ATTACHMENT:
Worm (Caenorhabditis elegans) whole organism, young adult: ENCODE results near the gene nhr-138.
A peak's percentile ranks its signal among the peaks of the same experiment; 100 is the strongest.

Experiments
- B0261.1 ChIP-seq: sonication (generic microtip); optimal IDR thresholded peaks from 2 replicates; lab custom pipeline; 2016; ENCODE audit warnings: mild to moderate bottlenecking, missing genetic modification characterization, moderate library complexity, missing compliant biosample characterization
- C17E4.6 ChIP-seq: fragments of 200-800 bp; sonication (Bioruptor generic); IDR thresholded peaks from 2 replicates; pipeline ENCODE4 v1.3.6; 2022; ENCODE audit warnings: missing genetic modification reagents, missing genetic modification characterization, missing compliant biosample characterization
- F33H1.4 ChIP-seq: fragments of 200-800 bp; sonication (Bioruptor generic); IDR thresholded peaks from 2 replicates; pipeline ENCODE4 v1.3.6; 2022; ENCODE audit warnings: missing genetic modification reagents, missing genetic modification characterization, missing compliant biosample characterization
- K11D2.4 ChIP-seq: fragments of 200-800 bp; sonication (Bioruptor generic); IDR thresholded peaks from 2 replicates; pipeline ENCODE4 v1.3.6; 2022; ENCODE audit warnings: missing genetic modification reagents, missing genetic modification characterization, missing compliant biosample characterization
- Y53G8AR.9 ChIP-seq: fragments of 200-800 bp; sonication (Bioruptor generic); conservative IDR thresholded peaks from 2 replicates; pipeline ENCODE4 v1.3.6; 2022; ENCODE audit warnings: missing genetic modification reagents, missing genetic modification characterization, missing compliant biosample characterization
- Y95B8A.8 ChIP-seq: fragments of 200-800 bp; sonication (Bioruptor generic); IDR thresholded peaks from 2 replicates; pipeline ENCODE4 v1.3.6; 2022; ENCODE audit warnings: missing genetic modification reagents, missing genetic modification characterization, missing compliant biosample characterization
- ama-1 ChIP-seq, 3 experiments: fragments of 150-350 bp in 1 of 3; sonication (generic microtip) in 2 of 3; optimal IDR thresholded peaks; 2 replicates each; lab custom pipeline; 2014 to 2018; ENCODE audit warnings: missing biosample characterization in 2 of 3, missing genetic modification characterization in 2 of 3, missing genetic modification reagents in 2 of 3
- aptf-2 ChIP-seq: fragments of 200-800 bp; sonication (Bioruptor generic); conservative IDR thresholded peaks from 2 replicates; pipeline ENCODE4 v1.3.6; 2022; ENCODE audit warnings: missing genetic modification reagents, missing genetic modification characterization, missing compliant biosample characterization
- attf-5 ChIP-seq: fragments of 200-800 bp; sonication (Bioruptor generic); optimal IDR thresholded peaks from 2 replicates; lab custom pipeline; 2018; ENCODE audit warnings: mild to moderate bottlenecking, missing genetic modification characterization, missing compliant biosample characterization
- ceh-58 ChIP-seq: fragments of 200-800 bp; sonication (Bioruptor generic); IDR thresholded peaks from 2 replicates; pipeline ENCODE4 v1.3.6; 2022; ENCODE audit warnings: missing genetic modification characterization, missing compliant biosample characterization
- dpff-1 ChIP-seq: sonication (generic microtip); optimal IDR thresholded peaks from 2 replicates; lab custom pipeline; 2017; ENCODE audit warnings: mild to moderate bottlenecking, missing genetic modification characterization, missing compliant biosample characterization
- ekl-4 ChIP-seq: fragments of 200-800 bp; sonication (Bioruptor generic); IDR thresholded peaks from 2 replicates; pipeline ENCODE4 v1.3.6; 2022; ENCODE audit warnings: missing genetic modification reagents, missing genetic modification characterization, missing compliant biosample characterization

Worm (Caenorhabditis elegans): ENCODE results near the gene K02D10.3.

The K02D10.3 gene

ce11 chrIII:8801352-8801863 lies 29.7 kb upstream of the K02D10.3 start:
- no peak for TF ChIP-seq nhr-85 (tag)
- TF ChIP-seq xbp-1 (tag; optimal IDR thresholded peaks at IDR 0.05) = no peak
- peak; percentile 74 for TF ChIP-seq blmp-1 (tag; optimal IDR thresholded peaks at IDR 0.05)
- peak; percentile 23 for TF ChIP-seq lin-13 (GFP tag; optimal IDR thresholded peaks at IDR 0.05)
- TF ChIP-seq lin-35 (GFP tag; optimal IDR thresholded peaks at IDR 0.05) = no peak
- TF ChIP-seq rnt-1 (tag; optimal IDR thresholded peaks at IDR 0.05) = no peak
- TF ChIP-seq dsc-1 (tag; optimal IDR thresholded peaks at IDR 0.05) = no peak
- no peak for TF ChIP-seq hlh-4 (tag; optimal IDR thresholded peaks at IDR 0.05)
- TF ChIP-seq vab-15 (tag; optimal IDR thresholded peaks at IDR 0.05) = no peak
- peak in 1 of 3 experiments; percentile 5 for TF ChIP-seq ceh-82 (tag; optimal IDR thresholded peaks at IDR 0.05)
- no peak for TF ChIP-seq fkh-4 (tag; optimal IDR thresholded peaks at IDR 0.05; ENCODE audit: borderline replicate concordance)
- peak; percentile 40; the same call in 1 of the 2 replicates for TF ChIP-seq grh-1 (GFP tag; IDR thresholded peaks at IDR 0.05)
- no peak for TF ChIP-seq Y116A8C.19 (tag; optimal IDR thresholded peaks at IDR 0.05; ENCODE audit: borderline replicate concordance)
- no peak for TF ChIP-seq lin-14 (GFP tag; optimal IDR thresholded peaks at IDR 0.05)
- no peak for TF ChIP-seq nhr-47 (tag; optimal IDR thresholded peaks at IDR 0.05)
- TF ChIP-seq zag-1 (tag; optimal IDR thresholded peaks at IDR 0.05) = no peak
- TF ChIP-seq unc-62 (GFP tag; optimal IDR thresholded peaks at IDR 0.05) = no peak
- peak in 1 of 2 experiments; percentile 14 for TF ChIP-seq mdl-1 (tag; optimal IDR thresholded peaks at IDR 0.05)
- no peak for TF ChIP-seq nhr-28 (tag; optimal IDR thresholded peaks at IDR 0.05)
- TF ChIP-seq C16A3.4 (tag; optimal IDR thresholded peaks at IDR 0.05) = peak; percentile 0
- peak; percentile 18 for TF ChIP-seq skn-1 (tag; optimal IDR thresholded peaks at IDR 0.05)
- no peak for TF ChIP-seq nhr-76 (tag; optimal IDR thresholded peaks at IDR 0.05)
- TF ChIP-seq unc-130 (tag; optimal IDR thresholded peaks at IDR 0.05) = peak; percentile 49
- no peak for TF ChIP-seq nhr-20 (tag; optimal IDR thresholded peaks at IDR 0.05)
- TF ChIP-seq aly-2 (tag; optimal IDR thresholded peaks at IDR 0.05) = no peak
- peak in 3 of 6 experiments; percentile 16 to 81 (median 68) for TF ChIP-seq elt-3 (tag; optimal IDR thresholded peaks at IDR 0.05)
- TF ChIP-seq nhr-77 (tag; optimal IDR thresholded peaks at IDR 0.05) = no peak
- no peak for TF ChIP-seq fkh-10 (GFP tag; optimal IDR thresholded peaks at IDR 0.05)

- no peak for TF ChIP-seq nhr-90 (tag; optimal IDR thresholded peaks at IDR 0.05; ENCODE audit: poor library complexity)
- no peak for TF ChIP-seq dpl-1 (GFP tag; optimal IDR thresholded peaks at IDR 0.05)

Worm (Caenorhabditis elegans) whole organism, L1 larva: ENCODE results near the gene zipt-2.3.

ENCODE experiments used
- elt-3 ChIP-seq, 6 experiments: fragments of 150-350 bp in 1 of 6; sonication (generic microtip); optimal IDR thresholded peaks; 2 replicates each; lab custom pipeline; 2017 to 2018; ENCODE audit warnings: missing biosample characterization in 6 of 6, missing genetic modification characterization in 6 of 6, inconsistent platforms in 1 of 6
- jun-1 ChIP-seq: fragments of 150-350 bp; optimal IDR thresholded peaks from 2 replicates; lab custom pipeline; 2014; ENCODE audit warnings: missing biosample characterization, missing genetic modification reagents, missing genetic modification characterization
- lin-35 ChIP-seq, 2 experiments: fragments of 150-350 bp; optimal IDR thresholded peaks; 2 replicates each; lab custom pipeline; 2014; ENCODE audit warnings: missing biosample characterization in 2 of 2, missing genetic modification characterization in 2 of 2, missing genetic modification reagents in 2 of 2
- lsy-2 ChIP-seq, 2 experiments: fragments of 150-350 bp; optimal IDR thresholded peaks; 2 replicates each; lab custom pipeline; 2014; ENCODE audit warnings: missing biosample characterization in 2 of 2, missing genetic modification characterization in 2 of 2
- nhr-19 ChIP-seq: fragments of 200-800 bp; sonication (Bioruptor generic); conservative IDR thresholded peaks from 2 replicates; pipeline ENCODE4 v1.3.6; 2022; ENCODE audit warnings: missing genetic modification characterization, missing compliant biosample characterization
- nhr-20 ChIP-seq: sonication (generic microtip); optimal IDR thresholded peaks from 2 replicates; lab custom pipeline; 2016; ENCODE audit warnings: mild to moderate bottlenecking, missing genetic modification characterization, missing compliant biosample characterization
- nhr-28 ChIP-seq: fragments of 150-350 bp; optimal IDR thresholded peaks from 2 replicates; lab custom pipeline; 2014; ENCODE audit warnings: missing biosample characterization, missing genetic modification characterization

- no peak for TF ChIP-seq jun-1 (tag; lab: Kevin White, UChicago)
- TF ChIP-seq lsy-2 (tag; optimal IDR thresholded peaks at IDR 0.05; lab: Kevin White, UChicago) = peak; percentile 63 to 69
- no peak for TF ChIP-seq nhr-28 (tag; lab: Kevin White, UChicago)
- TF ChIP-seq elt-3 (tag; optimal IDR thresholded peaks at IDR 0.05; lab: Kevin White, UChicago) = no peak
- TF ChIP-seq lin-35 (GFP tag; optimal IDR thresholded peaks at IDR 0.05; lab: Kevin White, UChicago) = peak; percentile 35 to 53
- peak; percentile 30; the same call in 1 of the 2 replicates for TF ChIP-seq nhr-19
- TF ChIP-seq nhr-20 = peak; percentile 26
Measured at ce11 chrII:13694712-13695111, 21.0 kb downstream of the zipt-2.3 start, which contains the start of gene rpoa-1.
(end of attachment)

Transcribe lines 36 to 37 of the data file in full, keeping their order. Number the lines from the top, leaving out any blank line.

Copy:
- peak in 1 of 2 experiments; percentile 14 for TF ChIP-seq mdl-1 (tag; optimal IDR thresholded peaks at IDR 0.05)
- no peak for TF ChIP-seq nhr-28 (tag; optimal IDR thresholded peaks at IDR 0.05)